THE SHAPE OF WATER, LIGHTING AND EVENT DESIGN
On the outside — literally — film premieres are about the red carpet, the flashing lights, the step-and-repeat and the media. Inside the event, however, the story is very different. The design of a premiere is usually an extension of the film’s artistry and how it made the audience feel.
For instance, when Jennifer Wang, founder of JWang Consulting, began to design the look of the Los Angeles premiere for director Guillermo del Toro’s adult fairy-tale, The Shape of Water (which won a Golden Globe for Best Director, Motion Picture, and Best Original Score), she wanted it to be a continuation of the world in which the audience had just stepped out of. “It was important to evoke the feeling of the film,” she said. Immersive experience is the phrase that comes to mind, especially for this story of a watery love affair between an aquatic creature and a lonely mute girl.
While Wang just founded her own event company last year, she has been producing film premieres and corporate events for 18 years and has a well-developed sense of style, objective and sense of how to mix the two. As it was in the film, light and color were important to achieving the look she and her client, Fox Searchlight, sought to best immerse guests in this unique world. Images By Lighting’s lighting designer, Nicholas Blasi, was be instrumental in helping her do this. Blasi understood the objective immediately. “She was very clear; Jennifer wanted guests to feel immersed inside the world of water.”
That world began from the very moment guests entered Ocean Prime Beverly Hills, the event space. There, the actual creature’s tank prop from the film was surrounded by watery floor-to-ceiling gobo projections that created a continuous flow of teal blue current. The teal itself was a custom tint that reflected the color palette used in the film and its promotional materials (below). After some trial and error, Blasi found just the right combination to recreate it, and then added purple uplighting on architectural elements to warm up the feeling of the space.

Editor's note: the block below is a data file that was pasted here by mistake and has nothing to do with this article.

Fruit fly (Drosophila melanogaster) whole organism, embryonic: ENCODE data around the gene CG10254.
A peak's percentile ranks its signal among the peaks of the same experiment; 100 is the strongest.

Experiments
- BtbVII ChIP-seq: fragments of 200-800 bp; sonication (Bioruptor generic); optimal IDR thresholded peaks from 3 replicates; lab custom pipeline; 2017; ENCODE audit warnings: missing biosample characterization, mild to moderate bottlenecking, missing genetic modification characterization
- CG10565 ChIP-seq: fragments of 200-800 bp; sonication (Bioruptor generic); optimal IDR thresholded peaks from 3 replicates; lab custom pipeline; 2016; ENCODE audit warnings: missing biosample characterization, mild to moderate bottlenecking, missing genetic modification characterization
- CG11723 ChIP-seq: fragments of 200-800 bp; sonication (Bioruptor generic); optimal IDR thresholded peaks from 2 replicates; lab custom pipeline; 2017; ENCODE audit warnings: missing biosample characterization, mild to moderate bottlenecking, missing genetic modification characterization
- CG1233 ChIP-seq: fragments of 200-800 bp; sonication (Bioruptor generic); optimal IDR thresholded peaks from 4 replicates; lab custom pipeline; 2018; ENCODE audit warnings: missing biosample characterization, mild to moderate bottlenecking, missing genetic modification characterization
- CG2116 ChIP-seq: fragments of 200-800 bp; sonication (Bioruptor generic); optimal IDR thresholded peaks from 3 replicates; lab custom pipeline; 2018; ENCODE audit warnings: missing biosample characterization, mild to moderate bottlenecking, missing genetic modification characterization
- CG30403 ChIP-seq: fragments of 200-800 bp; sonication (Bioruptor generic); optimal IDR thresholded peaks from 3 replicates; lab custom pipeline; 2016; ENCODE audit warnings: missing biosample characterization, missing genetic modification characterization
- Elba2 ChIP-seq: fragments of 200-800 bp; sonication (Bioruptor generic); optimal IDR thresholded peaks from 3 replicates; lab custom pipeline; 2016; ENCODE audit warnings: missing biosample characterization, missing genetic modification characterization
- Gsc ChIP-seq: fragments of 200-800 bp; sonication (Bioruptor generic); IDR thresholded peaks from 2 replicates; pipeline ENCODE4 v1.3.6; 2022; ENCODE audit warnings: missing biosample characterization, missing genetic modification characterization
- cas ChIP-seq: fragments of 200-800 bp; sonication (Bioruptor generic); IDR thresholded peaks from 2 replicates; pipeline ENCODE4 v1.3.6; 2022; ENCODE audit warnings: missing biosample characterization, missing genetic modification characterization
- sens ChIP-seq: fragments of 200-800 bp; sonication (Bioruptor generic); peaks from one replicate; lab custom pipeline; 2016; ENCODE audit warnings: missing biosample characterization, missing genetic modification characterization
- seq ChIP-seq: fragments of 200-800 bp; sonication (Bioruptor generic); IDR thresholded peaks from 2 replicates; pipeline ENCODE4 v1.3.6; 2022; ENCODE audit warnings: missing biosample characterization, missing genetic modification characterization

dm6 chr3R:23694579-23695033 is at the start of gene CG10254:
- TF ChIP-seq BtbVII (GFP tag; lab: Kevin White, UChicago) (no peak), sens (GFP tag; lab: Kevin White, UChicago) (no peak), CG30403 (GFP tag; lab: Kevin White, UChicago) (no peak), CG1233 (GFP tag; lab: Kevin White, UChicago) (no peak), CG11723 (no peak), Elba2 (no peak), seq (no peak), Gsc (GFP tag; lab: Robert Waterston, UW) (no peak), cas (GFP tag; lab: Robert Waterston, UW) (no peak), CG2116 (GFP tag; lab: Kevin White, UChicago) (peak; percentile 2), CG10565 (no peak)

The restaurant provided the client enough room for the 500-plus guests, and the several wide open spaces that could work as a canvas for the lighting. However, what it didn’t provide was easy access for the use of a generator. Any possibilities they kicked around always ended up meaning that cables would have to be visible through the space and that would deter from the watery look.
Instead, Blasi brought in all LED and ran it on house power. “We brought in tons of glass gobos and rotators to create the movement. There were about 30 throughout the space, and another 80 uplights and pinspots. Everything was battery-powered,” Blasi said, adding that while this approach was needed in this case, green solutions like this are the future of lighting.
No river runs smoothly and a test run revealed a possible dam. “The main bar back is amber glass which did not tie in with the look of the party,” Wang explained. “Originally we were going to cover it in Plexiglas and backlight it in blue. But as we were testing the lighting, the moving lights on the wooden walls around it looked perfect. So instead of bringing in Plexi, I worked with AAA Flag and Banner to create a vinyl decal that recreated the look of the wood panels and would replace the amber glass for the night. It looked so good, the head corporate person from the restaurant jokingly commented why they didn’t print wood decals instead of buying real wood all the time?”
New ways of seeing, changes in preconceived notions … these were not only the result of vinyl decals but also the film’s underlying message. Like water and love, design and lighting are also essential elements with no formal shape until talented event professionals use them to construct the “shape” — a beautiful event space such as this — with them.
Planner: JWang Consulting | Lighting: Images by Lighting | Venue: Ocean Prime Beverly Hills | Floral Design: Empty Vase | Furniture: Blueprint Studios| Rentals/Water Walls: Town and Country Event Rentals | Specialty Chargers: BBJ Linen | Linens and Pillows: La Tavola | Vinyl Bar and Water Wall Decals: AAA Flag and Banner | Audio: CBC Technical | DJ: Raul Campos | Photos: Line 8
Fully charged! Fun fact … The charger plates from BBJ Linen (which rents more than linen) appeared to be specially designed for del Toro’s creature and Wang’s design.
Left: “Luxe,” a turquoise blue charger | Right: Sea Sponge Blue charger